Those on the journey to Rome are shipwrecked, and experience hospitality in their time of need, and also witness miracles done by God through Paul. After this, they’re finally able to arrive at Rome for Paul’s trial, and the whole book ends in a rather surprising way.
28:1-2, 7 Those that live on this island called Malta welcome the travellers. Hospitality, while it’s valued to a certain degree in our culture today, was (and is) more significant in some other cultures. Though we don’t have much detail about this particular island culture at this particular time of Acts 28, ancient near and middle eastern culture in general highly valued hospitality. It’s been a theme especially throughout Luke’s Gospel account, but also to a degree in Acts, that table fellowship is a big deal. Hosting, which would have included eating and drinking, is a significant thing in that culture; it is also a significant theological thing (e.g. the Lord’s Supper).
28:3-10 Perhaps this was a more primitive culture; perhaps this idea of judgment by nature was simply a part of their local customs and beliefs. Whatever the case, because this snake attacks Paul as he’s gathering wood for the fire, the local people believe it’s a sign of judgment upon him. And when no harm comes, they believe he must be some sort of god. Notice that Luke doesn’t endorse this view; he simply records that this is what happened. And then we hear about miraculous healings done by God through Paul. We hear echoes here of similar events and reactions to other Apostles earlier in Acts (e.g. 3:1-16, 5:12-16).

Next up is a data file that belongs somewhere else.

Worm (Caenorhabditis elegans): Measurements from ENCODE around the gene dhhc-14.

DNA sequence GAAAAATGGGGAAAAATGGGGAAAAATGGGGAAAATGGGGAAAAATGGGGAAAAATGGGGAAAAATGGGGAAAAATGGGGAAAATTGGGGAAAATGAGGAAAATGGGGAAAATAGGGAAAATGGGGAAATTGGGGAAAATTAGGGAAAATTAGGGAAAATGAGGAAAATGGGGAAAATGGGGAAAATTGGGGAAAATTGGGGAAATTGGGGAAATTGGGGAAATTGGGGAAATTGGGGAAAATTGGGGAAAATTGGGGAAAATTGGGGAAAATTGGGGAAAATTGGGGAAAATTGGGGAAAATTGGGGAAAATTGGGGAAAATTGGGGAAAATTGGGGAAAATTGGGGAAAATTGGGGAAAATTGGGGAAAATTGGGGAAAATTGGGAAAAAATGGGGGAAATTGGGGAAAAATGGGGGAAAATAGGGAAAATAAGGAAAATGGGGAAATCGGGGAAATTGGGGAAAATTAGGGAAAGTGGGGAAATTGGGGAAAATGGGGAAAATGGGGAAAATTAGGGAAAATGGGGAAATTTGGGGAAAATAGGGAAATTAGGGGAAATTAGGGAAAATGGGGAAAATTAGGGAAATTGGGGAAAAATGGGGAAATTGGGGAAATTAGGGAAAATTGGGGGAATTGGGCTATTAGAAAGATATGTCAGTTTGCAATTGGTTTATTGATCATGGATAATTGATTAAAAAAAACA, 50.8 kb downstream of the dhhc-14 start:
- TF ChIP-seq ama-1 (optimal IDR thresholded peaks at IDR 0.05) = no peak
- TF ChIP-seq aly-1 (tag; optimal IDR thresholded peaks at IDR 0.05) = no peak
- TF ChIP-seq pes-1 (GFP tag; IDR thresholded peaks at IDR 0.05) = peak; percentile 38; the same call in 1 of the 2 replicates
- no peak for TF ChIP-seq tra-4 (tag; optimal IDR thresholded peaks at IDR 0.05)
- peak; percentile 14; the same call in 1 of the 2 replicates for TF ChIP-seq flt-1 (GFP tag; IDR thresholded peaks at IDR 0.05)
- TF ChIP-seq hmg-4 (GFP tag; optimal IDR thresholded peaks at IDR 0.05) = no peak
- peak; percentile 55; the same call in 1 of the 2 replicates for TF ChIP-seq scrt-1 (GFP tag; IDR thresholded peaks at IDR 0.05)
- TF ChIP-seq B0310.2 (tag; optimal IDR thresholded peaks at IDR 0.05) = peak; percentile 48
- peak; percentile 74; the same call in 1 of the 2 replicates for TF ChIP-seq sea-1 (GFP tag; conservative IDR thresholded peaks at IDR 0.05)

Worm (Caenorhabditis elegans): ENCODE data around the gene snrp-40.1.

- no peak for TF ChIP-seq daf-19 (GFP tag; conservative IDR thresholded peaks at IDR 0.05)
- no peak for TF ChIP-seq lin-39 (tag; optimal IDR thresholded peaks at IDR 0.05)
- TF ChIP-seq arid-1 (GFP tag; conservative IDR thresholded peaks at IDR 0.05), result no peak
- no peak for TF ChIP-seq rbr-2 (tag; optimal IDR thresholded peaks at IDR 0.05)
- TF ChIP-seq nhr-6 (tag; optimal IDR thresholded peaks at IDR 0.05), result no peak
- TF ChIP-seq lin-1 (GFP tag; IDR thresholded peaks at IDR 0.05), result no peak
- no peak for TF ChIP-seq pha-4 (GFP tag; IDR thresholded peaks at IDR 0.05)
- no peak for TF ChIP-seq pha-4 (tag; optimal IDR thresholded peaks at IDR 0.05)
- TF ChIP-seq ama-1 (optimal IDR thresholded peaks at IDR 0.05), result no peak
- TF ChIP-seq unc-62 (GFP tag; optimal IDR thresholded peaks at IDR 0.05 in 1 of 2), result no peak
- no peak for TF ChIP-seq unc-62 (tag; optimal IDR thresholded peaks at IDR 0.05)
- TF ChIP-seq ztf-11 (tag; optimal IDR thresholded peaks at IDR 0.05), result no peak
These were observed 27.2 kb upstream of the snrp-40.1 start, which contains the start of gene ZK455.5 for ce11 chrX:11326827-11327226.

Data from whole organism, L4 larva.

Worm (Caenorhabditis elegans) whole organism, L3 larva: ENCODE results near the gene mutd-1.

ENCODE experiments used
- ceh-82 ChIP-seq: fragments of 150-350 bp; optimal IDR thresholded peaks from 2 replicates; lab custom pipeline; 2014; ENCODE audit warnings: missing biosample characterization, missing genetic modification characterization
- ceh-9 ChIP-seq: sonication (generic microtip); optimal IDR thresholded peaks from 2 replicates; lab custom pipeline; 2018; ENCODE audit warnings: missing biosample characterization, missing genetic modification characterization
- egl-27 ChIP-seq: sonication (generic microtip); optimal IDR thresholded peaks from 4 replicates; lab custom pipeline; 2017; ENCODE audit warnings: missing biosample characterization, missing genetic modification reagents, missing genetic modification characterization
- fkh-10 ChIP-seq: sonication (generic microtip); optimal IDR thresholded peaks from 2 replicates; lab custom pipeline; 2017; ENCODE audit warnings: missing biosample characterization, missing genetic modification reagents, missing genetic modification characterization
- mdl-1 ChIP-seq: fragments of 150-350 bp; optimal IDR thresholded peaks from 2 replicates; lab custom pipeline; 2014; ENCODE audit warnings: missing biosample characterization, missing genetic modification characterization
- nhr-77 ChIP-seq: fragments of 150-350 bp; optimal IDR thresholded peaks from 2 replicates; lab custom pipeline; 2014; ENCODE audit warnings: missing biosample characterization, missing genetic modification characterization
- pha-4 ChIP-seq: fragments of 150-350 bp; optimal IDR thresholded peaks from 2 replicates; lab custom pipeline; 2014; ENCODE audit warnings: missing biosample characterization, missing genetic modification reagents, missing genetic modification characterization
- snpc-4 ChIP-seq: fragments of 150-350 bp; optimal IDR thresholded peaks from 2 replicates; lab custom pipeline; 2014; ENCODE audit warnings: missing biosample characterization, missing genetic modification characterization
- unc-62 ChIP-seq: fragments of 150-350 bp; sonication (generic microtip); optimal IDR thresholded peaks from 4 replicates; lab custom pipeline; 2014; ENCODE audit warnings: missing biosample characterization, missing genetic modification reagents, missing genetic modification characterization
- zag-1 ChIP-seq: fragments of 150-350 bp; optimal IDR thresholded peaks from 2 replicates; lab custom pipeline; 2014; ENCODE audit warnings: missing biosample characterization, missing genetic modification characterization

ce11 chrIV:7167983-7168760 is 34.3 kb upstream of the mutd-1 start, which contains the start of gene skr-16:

Though this stop was completely unplanned by those on this journey to Rome, God never stops being at work, bearing witness to His power and grace.
28:11-13 The group now is able to find their way towards Rome, resuming their journey and bringing us closer to its focal point: Paul’s trial in Rome.
28:14-15 “Brothers” is a common way of talking about groups of Christians. Most often, unless the context dictates otherwise, the word includes males and females. (This is a good opportunity to reflect on translation issues for a moment. Translators make different choices in English translations to reflect the sense of Greek and Hebrew words and phrases. The actual Greek word here is adelphoi, which literally translated means “brothers” but most often the context gives the sense of “siblings” or “brothers and sisters”. So some Bible translations may use the literal word and give a short explanation of the context, whereas some will veer away from a stricter translation and offer a phrase that tries to capture the meaning even if the word choice isn’t strictly literal.)
28:16 Again we hear about a sort of house arrest arrangement. It’s not prison in the sense that we would normally think of it, but neither is it complete freedom. This seems to have been a common arrangement under Roman rule for certain kinds of situations.